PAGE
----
This makes it easy for a user to plug in the device and start using it almost immediately.
Users can deploy, track, and configure their Meraki devices or non-Meraki devices via the Cisco Meraki dashboard we interface or even through APIs.
3. No Additional Maintenance Required
The parent company of Meraki, aka Cisco Systems, fully maintains all of the updates and maintenance for their clients.
This means that there is no additional maintenance apart from occasionally following the prompt on the dashboard to update the platform manually.
Cisco Meraki rolls out regular updates to stay up-to-date and secure with the latest firmware and security patches.
Cisco Meraki’s cloud platform is managed at all times. It includes security monitoring to ensure that all access points are secure and not allow unauthorized personnel to be on the network.
4. Cloud-Storage Capacity Is Scalable
Cloud scalability is significant when working within a cloud-based platform.
Ideally, when you choose to implement a cloud-managed network, you want to make sure it’s scalable. The reason?
Well, the size of your network should fit the needs of your business. A network’s scope can be defined by the number of devices connected to your system at a given time.
Additionally, the size of the network is the amount of data it can store and handle.
Without modular storage capacity that can be scaled up or down to support the number of network devices your business owns, your network would not be able to operate that many devices.
The Cisco Meraki platform is scalable and can fit the needs of businesses of all sizes. It can suit both small and large-scale operations and should operate equally for both.
What Are The Disadvantages Of Using This Platform?
With the many advantages of Cisco Meraki’s platform also comes a few disadvantages.
If your organization is considering Cisco Meraki for your IT network, keep these two disadvantages in mind:
1. No Patch Management Features
As stated above, Cisco Meraki does not require additional maintenance. That being said, there are not any particular features within the platform to measure the level of patches on your network.
Aside from manually pushing updates each time one arises, the platform does not provide detailed information regarding the implemented patches.
So let’s say you want to check which patches were implemented during the last update. There is no feature on the dashboard to check on that information.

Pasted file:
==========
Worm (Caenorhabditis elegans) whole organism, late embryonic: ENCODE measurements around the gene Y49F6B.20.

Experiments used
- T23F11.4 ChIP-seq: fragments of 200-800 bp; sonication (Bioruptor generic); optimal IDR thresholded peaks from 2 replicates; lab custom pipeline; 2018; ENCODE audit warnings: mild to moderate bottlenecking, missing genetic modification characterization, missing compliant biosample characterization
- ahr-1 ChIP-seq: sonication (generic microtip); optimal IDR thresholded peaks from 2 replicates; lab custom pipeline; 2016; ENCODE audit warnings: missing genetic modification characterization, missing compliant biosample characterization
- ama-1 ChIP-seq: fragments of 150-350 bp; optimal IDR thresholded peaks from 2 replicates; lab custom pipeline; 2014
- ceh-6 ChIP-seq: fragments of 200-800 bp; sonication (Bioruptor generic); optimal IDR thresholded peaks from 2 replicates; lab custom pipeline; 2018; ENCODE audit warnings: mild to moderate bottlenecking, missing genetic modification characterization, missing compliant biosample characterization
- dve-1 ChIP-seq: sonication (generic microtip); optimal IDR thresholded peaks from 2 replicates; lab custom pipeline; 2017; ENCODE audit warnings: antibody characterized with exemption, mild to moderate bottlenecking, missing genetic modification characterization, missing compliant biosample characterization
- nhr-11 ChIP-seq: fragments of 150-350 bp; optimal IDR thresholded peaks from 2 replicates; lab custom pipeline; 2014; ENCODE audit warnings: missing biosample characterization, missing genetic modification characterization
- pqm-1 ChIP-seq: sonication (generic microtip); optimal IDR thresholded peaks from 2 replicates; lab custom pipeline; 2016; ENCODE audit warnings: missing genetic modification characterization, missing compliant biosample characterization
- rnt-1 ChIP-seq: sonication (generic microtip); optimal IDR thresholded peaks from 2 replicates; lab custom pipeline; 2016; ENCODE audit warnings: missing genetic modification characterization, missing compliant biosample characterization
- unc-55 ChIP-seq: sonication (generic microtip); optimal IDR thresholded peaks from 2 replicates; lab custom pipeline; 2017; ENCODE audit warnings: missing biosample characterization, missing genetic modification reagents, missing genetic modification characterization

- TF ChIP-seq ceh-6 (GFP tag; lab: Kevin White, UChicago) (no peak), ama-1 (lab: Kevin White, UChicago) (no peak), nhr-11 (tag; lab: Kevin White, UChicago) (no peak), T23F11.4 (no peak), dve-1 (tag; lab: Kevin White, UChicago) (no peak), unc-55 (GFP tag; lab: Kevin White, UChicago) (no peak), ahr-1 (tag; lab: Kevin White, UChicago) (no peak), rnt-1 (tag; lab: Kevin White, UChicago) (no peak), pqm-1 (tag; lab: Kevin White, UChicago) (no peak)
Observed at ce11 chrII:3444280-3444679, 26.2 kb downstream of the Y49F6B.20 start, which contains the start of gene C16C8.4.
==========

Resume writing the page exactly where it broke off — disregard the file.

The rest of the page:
2. Cost Is Expensive For Small Businesses
Aside from fluctuating licensing costs, the cost of Cisco Meraki can be a deterrent for many small businesses that want their cloud-managed platform.
To use Cisco Meraki’s platform, one must consider either a yearly licensing subscription or a contract for a multiple-year subscription.
For example, if your business is interested in a yearly subscription, they’d be looking at a price range of $203.99 to $275.00. For a seven-year subscription, the cost for a license to use the platform can range from $600.00 to $635.00.
The cost of a Cisco Meraki license does not include the cost of individual Meraki network devices and software, so those sell separately.
Is Cisco Meraki Right For Your Business?
Cisco Meraki is a great cloud networking platform for, medium to large businesses and educational institutions that have limited IT staff to manage their on-premises infrastructure ranging from switches to APs to security cameras through a single user-friendly cloud dashboard.
However, is Cisco Meraki right for a small business with only twenty desktops, two APs, one switch, and one internet router/security device? Based on the needs of the business and IT Staff, probably not.
Cisco Meraki is ideal for an organization with many network devices to control and manage at one network location or across multiple locations.
At LDI, we recommend cloud-managed network solutions to clients interested in secure and scalable IT environment management.
Learn more about cloud-based solutions by reading our article on developing an effective cloud migration strategy.